• underinsurance factor: modeled losses are expressed as % of TIV
    • demand surge: it's hard to quantify
    • policy sublimits: claims data wasn't detailed enough
    • rating plan deviation: grouped high and low risk for affordability reasons (potential adverse sln)
    • retrofit discount: 5+% discount to policyholder retrofitting their homes (not based on data)
  20. Open Issues for Using Cat Models to Determine Rates
    • regulatory acceptance: regulators don't have the technical expertise to assess models
    • public acceptance: acceptance is low, mostly because it results in higher rates
    • actuarial acceptance: need to get familiar with models, since it's outside of usual expertise
    • model-to-model variance: can be significant, should use one or more sub-models
  21. Actuarial Standards Board requirement re: cat models
    • determine appropriate reliance on experts
    • have a basic understanding of the model
    • evaluate whether the model is appropriate for the intended application
    • determine that appropriate validation has occurred
    • determine the appropriate use of the model
  22. Types of Uncertainty
    • aleatory: inherent randomness of natural hazard events; can't be reduced by collecting more data
    • epistemic: uncertainty due to lack of information or knowledge of the hazard (can be reduced)
  23. Sources of Uncertainty
    • limited scientific knowledge
    • lack of historical data, including specific gaps on GIS data, market values
    • cross disciplinary nature, as it's based on many assumptions from engineers, actuaries, seismology experts
    • laboratory testing of structural material has been limited to certain types of materials only
  24. Representing and Quantifying Uncertainty
    • logic trees: assign alternative parameter values for each model component, and compute the resulting weighted average result (can use credibility as weights); tractable and useful as a communication tool, but weights are often based on expert opinion (and thus biased)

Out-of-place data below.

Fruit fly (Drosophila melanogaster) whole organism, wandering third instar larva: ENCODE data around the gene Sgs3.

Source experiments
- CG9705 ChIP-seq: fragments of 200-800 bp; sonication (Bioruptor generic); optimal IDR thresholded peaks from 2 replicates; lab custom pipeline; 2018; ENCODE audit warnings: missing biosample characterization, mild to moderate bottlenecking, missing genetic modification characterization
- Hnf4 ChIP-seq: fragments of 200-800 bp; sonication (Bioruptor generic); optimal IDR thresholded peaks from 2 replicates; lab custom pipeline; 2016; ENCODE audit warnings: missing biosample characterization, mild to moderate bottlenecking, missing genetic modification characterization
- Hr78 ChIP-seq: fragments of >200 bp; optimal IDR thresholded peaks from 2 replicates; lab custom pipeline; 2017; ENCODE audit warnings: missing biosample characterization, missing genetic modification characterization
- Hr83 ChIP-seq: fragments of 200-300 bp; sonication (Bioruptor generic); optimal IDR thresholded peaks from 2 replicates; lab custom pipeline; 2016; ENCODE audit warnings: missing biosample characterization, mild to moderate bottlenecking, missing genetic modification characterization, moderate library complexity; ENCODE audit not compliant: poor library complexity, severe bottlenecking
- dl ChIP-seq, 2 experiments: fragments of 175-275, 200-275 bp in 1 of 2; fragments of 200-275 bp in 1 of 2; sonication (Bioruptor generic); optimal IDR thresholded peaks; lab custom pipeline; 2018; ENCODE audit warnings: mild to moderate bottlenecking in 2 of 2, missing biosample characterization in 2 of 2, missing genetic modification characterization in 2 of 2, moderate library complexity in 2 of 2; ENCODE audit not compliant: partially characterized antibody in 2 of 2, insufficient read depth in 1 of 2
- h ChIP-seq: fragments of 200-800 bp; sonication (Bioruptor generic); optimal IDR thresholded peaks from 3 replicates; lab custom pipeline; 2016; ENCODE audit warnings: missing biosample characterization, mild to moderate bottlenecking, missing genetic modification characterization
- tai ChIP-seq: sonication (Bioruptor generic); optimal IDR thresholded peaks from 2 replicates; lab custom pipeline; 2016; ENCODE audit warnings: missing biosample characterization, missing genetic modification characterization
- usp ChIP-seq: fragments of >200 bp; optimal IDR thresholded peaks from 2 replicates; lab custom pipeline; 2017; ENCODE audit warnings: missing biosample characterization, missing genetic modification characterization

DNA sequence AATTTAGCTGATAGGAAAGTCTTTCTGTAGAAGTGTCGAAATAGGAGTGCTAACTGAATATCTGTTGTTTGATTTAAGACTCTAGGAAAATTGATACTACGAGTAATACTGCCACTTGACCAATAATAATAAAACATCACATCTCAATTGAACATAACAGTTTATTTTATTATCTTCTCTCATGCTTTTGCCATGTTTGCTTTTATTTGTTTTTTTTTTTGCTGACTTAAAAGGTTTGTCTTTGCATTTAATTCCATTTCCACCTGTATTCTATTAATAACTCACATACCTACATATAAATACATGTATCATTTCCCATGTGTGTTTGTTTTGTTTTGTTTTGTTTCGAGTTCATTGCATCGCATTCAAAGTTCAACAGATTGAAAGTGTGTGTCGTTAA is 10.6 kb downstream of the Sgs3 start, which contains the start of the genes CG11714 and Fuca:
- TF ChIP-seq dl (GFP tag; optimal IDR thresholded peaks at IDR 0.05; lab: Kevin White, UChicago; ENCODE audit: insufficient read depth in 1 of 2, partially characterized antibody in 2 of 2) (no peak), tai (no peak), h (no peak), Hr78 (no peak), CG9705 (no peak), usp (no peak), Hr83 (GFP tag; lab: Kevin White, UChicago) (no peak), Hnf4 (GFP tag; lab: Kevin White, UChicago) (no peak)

• simulation techniques: most widely used quantitative approach as it can be modelled as an extremely complex process; simulate each parameter value, then compute many sample runs
    • blended approach: used to create exceedance probability curve; instead of manually selecting the tree branches, use the simulation
  25. Catastrophe Modeling - Bottom-up approach
    • provides the most robust means to quantify portfolio risk
    • losses are first calculated at the location level based on 3 thresholds: exposure, limit, deductible
    • next all location losses are aggregated by policy, and then by portfolio
    • could also aggregate by zip code to limit exposure in high risk zones
  26. Special issues regarding Portfolio Risk
    • data quality: can reduce or increase degree of epistemic uncertainty depending on accuracy of data for construction type, building age, soil data, etc.
    • uncertainty modeling: can't only rely on μ and σ, we need the entire loss distribution
    • impact of correlation: diversification vs high concentration
  27. Considerations when adding a policy to a portfolio
    • magnitude of the risk
    • correlation with existing portfolio
    • highest price the risk is willing to pay
  28. 2 critical questions for Portfolio Managers re: cat risk
    • what is the average annual loss?
    • what is the likelihood that the insurer will go insolvent?